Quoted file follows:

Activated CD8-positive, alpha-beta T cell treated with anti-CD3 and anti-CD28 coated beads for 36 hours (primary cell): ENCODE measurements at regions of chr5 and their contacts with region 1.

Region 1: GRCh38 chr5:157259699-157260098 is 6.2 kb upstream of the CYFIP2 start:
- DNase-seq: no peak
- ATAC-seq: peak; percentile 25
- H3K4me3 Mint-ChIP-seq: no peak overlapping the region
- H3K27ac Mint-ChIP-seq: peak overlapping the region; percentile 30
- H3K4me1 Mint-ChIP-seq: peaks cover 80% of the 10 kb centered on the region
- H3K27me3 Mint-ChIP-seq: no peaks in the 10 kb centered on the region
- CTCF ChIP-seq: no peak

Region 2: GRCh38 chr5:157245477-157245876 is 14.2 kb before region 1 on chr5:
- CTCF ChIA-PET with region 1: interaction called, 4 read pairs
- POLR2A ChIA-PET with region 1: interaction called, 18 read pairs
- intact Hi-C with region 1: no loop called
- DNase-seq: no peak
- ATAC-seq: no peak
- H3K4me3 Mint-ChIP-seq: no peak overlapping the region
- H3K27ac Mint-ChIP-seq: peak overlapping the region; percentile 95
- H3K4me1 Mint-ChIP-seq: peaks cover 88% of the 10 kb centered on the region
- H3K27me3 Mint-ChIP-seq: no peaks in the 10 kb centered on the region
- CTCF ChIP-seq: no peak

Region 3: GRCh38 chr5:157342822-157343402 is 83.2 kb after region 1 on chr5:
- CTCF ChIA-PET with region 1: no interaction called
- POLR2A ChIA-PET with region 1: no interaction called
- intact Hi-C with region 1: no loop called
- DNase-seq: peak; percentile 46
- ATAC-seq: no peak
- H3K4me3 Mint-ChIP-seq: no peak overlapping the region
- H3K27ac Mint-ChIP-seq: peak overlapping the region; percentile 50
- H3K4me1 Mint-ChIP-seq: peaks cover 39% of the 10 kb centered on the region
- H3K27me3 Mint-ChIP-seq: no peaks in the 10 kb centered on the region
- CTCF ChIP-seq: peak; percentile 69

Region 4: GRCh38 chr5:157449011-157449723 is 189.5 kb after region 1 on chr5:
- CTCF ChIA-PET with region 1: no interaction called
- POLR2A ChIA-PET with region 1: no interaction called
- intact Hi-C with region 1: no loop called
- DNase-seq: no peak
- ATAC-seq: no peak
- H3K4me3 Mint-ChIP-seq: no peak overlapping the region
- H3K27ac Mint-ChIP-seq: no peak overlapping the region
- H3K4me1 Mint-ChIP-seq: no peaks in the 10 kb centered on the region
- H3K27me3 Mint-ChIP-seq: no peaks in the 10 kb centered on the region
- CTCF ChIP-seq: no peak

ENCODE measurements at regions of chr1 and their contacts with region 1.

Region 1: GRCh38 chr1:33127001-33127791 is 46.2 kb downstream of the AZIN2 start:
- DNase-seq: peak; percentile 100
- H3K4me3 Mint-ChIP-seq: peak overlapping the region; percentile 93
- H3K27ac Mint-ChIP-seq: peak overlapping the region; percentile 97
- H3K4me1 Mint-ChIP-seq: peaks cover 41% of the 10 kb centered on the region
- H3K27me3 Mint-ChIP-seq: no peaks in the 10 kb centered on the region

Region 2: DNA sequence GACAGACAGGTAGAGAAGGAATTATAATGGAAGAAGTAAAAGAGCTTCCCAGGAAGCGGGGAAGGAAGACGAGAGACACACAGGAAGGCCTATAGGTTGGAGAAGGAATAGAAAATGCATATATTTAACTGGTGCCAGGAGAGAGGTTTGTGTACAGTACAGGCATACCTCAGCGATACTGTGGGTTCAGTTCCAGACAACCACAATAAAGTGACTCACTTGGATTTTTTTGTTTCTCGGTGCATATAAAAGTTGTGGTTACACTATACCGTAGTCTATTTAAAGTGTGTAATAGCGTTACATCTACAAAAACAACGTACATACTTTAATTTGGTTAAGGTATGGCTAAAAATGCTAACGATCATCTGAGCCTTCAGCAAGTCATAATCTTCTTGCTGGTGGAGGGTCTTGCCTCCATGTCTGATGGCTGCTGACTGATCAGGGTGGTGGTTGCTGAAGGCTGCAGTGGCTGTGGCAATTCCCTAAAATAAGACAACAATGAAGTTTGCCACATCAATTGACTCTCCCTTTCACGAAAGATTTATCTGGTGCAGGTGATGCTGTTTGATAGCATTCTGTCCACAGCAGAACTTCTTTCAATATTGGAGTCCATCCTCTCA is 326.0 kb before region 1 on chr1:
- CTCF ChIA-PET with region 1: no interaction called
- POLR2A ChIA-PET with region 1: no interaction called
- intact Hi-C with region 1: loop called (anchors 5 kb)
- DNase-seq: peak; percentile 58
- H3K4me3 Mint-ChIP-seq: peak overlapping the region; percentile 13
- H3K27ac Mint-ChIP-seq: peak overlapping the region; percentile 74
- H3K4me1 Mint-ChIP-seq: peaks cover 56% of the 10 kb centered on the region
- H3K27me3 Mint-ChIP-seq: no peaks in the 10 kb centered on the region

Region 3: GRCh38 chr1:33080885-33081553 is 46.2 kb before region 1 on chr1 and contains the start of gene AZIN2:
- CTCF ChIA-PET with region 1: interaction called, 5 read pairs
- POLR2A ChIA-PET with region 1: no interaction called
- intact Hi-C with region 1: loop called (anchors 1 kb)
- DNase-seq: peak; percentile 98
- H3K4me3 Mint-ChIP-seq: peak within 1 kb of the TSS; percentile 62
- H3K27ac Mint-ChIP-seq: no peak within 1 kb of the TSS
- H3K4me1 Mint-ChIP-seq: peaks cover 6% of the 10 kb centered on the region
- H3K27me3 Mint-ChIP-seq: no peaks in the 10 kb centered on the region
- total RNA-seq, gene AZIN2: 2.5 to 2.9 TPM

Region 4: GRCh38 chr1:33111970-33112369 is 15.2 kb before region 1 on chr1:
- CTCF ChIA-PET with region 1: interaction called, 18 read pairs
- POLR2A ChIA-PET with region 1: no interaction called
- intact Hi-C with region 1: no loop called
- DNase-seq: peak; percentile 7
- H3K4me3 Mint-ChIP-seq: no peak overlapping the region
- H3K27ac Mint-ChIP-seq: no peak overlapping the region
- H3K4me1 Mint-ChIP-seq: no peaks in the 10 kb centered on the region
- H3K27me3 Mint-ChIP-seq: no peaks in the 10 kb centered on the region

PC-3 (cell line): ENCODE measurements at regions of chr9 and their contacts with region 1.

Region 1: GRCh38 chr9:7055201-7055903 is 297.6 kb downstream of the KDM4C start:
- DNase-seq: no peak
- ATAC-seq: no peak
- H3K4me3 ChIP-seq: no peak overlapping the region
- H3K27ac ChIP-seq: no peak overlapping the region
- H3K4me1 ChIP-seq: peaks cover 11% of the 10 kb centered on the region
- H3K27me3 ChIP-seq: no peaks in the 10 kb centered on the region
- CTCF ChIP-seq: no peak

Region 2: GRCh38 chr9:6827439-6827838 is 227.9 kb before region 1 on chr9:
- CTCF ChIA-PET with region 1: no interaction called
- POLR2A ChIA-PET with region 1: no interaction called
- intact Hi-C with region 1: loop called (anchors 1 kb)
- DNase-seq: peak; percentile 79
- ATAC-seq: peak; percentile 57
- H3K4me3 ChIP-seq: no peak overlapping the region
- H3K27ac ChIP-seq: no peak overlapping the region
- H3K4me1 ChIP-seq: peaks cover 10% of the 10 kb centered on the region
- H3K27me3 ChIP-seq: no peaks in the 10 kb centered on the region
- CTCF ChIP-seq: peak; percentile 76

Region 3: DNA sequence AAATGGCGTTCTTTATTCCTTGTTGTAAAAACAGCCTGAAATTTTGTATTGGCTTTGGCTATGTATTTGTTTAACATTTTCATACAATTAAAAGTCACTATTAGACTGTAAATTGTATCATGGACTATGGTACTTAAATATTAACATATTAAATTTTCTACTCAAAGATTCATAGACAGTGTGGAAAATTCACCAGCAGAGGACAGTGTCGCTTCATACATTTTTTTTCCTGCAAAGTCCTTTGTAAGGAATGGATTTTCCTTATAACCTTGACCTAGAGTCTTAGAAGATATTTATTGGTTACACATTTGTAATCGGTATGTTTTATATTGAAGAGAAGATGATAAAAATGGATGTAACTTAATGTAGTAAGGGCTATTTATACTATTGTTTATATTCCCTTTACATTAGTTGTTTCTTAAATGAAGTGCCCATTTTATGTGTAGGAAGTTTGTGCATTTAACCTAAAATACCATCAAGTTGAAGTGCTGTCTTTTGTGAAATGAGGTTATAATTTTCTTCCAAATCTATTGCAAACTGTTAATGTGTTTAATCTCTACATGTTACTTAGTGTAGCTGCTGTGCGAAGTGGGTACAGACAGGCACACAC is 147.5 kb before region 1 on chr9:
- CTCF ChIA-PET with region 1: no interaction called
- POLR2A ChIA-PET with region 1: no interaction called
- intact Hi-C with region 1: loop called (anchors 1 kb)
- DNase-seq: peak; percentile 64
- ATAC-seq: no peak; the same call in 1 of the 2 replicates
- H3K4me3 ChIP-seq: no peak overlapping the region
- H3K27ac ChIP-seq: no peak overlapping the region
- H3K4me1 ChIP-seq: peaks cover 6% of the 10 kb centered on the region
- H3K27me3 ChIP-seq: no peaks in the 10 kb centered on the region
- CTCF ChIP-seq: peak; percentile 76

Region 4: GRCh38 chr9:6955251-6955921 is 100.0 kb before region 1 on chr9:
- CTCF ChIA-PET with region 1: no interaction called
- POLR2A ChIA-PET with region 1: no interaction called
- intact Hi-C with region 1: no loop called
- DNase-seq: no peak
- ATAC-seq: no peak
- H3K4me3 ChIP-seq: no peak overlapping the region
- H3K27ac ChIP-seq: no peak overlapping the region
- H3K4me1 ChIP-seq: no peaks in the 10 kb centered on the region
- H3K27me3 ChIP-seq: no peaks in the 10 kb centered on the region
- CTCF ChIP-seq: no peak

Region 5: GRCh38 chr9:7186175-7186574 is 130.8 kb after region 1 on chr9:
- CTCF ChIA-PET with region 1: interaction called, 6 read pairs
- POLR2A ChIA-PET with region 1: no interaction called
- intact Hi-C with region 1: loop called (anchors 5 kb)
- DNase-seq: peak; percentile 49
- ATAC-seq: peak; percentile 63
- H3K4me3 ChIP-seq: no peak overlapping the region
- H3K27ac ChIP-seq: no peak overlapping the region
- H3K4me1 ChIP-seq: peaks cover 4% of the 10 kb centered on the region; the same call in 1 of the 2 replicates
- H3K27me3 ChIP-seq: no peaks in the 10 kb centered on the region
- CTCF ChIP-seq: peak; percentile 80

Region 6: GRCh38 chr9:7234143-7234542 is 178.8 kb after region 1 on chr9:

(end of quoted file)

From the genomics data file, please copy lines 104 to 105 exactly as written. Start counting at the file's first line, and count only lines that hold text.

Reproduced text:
- H3K4me3 ChIP-seq: no peak overlapping the region
- H3K27ac ChIP-seq: no peak overlapping the region